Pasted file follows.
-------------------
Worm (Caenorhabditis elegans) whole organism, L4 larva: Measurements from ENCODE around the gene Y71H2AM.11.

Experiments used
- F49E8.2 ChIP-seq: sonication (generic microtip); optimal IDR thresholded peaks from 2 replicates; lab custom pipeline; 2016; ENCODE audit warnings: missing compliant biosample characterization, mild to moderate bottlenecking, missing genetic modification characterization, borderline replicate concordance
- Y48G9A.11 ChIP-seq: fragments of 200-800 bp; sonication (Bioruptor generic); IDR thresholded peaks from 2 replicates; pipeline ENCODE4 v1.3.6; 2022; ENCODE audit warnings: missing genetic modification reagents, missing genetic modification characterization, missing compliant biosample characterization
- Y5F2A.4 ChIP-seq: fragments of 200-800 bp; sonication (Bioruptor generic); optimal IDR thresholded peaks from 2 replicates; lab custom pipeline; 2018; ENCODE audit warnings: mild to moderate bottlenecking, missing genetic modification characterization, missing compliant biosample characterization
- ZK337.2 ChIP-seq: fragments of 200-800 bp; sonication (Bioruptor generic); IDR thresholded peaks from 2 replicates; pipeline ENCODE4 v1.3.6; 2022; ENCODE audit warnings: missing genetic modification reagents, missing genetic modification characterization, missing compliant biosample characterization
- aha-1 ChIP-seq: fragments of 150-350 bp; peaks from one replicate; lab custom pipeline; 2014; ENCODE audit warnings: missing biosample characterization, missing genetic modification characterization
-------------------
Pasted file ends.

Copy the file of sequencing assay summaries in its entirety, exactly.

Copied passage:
Worm (Caenorhabditis elegans) whole organism, L4 larva: Measurements from ENCODE around the gene Y71H2AM.11.

Experiments used
- F49E8.2 ChIP-seq: sonication (generic microtip); optimal IDR thresholded peaks from 2 replicates; lab custom pipeline; 2016; ENCODE audit warnings: missing compliant biosample characterization, mild to moderate bottlenecking, missing genetic modification characterization, borderline replicate concordance
- Y48G9A.11 ChIP-seq: fragments of 200-800 bp; sonication (Bioruptor generic); IDR thresholded peaks from 2 replicates; pipeline ENCODE4 v1.3.6; 2022; ENCODE audit warnings: missing genetic modification reagents, missing genetic modification characterization, missing compliant biosample characterization
- Y5F2A.4 ChIP-seq: fragments of 200-800 bp; sonication (Bioruptor generic); optimal IDR thresholded peaks from 2 replicates; lab custom pipeline; 2018; ENCODE audit warnings: mild to moderate bottlenecking, missing genetic modification characterization, missing compliant biosample characterization
- ZK337.2 ChIP-seq: fragments of 200-800 bp; sonication (Bioruptor generic); IDR thresholded peaks from 2 replicates; pipeline ENCODE4 v1.3.6; 2022; ENCODE audit warnings: missing genetic modification reagents, missing genetic modification characterization, missing compliant biosample characterization
- aha-1 ChIP-seq: fragments of 150-350 bp; peaks from one replicate; lab custom pipeline; 2014; ENCODE audit warnings: missing biosample characterization, missing genetic modification characterization